It should come as no secret that Australian companies are paying very high dividends in comparison to international companies. Compared to other major stock exchanges in the world, it is only the London Stock Exchange that has a higher dividend payout ratio – the portion of a company’s earnings that is paid out in dividend rather than retained in the company.
This has resulted in the Australian stock market having the second highest dividend yield of the major markets:
The reasons behind the high dividend payout ratios are Australia’s almost unique franking credit tax breaks which leads investors to favour higher dividend paying companies which are rewarded with higher share prices at the expense of companies that are reinvesting into their own business.
I personally do not think that this is a favourable outcome on a macroeconomic perspective as it starves companies of capital that they could invest and grow to create more jobs etc. I would be happy to see the franking credit system reformed with a view to encouraging Australian companies to invest more into their own business.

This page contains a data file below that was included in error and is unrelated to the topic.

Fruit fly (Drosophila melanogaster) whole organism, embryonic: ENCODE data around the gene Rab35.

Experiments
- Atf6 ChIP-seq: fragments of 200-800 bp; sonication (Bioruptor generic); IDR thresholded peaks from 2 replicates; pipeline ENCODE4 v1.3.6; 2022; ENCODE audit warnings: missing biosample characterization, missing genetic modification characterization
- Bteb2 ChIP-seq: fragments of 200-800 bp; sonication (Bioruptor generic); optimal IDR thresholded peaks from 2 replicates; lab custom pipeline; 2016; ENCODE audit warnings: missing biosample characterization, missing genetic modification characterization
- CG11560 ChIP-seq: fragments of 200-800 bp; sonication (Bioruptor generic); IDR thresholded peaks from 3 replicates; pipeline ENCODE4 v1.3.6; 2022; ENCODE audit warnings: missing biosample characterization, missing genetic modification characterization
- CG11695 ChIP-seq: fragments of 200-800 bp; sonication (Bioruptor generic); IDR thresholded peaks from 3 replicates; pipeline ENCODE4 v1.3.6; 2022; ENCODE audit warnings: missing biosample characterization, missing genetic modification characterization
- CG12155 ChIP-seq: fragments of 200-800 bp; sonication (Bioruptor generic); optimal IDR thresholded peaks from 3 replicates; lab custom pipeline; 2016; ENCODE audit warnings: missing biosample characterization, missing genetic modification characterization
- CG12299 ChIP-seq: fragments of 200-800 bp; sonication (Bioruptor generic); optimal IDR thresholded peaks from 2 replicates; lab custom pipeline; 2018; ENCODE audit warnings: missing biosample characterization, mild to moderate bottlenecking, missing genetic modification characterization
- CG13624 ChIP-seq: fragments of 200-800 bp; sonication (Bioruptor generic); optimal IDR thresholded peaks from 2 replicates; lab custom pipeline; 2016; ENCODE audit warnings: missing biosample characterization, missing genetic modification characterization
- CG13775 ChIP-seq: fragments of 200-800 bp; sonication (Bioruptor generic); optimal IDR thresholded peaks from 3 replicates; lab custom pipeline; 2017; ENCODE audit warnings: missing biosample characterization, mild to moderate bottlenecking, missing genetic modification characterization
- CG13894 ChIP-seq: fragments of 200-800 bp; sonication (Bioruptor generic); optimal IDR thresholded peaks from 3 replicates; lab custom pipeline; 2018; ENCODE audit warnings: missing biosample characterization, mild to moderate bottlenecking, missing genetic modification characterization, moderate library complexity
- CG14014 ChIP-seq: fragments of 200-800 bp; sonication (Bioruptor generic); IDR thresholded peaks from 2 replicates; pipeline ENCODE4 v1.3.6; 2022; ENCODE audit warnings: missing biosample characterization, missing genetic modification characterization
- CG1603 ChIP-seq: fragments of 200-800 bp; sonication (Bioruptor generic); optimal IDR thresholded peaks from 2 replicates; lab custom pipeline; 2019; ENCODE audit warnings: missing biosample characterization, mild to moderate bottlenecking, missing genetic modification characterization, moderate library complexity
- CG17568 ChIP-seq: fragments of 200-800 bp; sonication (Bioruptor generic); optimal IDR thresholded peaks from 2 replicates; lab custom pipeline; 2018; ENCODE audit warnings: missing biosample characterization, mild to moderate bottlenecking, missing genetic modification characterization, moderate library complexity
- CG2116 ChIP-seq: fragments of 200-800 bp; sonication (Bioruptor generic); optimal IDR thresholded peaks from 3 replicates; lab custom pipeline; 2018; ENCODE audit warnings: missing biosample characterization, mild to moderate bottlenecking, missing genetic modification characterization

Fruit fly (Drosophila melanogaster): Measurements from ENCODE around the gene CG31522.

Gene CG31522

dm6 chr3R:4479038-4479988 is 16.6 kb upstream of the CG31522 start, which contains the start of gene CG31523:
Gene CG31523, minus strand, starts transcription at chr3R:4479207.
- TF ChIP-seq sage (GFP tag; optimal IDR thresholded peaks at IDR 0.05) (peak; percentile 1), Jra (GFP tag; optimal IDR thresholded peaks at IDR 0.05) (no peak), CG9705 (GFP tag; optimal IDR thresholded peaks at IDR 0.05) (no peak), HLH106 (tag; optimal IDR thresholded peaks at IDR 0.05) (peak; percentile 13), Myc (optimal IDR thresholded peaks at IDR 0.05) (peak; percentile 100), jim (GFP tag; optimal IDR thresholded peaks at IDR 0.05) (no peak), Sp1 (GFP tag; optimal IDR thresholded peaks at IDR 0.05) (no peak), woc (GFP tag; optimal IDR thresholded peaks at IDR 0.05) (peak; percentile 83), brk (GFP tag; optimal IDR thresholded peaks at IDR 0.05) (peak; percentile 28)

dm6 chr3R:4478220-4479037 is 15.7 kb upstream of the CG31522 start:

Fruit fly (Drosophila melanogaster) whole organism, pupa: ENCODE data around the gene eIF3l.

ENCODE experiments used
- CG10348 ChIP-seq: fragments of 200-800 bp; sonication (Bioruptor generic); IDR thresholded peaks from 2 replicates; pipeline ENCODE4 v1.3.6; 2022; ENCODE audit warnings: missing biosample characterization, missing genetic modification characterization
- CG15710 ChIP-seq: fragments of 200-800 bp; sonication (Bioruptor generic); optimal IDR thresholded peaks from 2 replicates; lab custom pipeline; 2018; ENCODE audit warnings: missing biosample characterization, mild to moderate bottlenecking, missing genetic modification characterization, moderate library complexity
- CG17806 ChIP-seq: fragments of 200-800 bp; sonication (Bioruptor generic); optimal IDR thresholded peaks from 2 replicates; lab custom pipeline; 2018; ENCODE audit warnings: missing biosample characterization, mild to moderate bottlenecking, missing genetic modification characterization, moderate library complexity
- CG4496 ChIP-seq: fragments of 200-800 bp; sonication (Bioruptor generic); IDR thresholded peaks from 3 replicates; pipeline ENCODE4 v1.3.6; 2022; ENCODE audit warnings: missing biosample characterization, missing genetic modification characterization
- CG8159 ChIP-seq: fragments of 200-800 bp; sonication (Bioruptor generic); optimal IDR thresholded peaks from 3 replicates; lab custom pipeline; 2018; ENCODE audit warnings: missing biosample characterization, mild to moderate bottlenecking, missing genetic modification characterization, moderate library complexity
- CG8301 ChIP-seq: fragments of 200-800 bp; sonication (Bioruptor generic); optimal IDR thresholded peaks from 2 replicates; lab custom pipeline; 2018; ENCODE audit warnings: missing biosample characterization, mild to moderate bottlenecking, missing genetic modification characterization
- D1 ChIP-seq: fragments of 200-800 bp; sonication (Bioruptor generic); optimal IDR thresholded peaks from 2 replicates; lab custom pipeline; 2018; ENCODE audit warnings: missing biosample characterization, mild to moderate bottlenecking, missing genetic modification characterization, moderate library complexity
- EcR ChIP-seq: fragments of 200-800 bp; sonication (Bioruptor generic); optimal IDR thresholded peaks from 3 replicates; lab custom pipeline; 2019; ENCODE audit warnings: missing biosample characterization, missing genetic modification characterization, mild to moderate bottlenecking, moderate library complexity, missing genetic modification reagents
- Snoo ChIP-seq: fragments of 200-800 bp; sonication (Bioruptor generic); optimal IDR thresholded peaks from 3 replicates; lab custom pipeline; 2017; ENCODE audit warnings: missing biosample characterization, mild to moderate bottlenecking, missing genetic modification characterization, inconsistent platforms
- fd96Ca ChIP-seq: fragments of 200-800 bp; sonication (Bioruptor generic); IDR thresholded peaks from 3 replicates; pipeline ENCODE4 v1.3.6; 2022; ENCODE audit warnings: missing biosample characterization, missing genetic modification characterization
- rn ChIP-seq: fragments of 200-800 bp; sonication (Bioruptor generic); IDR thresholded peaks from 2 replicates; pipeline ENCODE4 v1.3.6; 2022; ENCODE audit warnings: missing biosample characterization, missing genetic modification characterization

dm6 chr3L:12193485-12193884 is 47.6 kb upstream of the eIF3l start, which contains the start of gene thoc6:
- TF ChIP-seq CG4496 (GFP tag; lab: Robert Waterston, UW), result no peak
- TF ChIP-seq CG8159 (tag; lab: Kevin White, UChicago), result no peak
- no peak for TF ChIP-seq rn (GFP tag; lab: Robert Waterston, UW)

One other unfortunate consequence of the high payout ratio in Australia is that it can lead to the companies not saving enough for a rainy day and when tough times hit, they are forced to cut their dividends without a larger financial buffer.
To that extent, I found some interesting statistics from Bloomberg looking at which stock exchanges have year to date received the largest downgrades in dividend forecasts. Looking at this chart, it is clear that Australian investors chasing a steady yield will be worse off than investors in most other markets, as the companies listed on the ASX have on average received significantly larger downgrades in projected dividends than other stock exchanges with forecasts being cut by over 20 per cent.
It then does not come as a surprise that Australian companies have since the Coronavirus crisis began, been issuing significantly more equity than most other markets (remember that the US stock market is about 15 times larger than Australia):
This means that Australian investors that have received high dividends in the past are now being asked to give that money back to the companies that paid them (or see their shareholding be diluted).
As I wrote in a blog post a couple of weeks ago, there is currently a push to restart the local manufacturing sector. One good first step on this journey would be to change the tax incentives for companies to encourage them to retain more capital to invest and to retain a buffer so that they do not need to ask for the money they have paid out in dividends back when something unforeseen happens.